Since you have this very strong alignment and experiences, as I pointed out in the paper, common experiences are very important aspect of how trust develops, you likely have very similar set of trust portfolio that existed between the two leaderships. I think you got a divergence later on between the two for a variety of specific reasons and so, I think, when studying this sort of things, it is important to take a look around and see if there are in fact different groups with different experiences putting different positions in institutions that define relationships and if you do see that, that is the hint right there, perhaps there might be different assumptions, different trust-beliefs which are going to impact actions and might produce a divergence of actions.
iAffairs: How important is the concept of trust in contemporary international affairs?
Michael Urban: I think it is just as important as it has always been. I think that because of the way that it defines people’s worldviews, it is often very important background, determinant of what is going to happen. I think that this episode illustrates that. But I also think that if you really start to look for it, you can see trust or lack of trust in all the interactions that are occurring in international relations. The US and China certainly do not trust each other on a lot of levels and in a lot of specific ways, but I think they both trust each other enough as to have basic decencies. And so far, they are not going to risk a nuclear war over certain very small things. They trust each other to have that level of humanity. That basic level of trust between those two super powers informs how they are going to interact in terms of North Korea, for instance. So, I think, whatever you are looking for, it is very important to define the background assumptions which are informing various actors’ worldviews and trust is very important part of that, at all times.
iAffairs: In your paper, the Cuban missile crisis is seen as the peak of the Cold War. Today, many would say we are in a new Cold War. The world is also facing other challenges. Do you think when an external threat exists, it strengthens the internal trust within the country?
Michael Urban: Yes, and I talked about this both in terms of common experiences, but also common interests. If there is an external threat that both or a number of parties identify as a threat to them, then yes. For a variety of psychological, and even just simple logistical reasons, you get alignment between the people who feel threatened, a more unified response. Obviously, there are other things which may play into this and work more or less well, but it is definitely one of the five components or drivers of trust that I talk about.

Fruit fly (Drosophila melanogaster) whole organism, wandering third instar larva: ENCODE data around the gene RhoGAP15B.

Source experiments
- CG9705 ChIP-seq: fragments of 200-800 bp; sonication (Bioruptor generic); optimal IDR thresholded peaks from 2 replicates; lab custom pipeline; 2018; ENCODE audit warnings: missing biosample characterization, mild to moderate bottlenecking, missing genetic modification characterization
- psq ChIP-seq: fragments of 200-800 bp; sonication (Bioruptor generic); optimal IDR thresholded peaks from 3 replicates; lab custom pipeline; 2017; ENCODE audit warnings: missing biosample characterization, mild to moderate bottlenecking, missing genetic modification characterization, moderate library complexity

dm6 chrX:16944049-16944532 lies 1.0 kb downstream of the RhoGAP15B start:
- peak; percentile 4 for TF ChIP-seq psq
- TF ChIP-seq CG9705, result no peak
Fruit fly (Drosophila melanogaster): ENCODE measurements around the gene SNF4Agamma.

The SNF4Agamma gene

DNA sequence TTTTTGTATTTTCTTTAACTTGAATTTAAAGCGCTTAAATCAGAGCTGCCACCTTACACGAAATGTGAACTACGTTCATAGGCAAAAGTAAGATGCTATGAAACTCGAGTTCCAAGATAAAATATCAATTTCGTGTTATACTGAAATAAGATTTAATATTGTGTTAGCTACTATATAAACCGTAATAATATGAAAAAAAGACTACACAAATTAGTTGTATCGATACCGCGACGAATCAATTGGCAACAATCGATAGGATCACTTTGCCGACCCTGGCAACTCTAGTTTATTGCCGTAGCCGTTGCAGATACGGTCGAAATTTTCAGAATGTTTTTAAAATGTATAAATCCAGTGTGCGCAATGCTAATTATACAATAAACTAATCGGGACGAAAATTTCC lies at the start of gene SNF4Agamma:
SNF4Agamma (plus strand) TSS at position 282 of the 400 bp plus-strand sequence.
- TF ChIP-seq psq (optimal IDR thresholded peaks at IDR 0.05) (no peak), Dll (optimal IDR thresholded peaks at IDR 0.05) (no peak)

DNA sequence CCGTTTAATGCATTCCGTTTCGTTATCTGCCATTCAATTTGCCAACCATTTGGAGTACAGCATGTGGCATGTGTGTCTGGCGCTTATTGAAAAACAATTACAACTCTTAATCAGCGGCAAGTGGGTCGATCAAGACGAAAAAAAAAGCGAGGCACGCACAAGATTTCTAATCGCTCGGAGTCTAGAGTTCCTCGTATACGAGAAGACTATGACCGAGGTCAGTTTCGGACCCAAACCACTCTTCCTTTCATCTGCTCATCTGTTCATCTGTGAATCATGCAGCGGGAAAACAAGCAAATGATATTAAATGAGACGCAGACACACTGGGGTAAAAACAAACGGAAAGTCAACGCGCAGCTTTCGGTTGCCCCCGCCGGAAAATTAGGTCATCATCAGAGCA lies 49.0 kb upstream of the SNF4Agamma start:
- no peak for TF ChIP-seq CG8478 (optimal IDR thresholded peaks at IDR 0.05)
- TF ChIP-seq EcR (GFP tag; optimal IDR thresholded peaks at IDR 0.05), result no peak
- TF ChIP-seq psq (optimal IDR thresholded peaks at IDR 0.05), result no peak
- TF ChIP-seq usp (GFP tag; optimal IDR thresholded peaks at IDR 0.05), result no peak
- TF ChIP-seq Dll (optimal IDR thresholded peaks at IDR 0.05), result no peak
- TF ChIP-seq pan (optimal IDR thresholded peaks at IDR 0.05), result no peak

iAffairs: What lessons can Canada’s policy-makers take from the Cuban missile crisis?
Michael Urban: I am not really expert of the whole crisis, I am only expert of the parts that I have looked at, but I think it does point to the fact that you do need to be very specific when thinking about it. If you want to predict how years are going to interact or how countries are going to interact when faced with a specific event, it is very important to have an understanding of the sort of background areas and worldviews which will define these leaders’ perspectives and responses. And I think that this really highlights the importance of the contextual and cultural understanding, of the area of expertise to really understand the political cultures that exist in the area that you are going to talk about. You may have some expectations, but I would argue you cannot really interpret or predict how the states are going to react, you cannot really understand how they are going to define their interests unless you understand their cultural and narrative elements, and the lenses through which they are going to do that. So, trust is a very important part of that because it helps to inform the worldviews, which are going to define how states interact. Understanding which state is going to do what or not going to do what is an important piece of knowledge that policy-makers should have, whereas academics and journalists should write about this sort of things.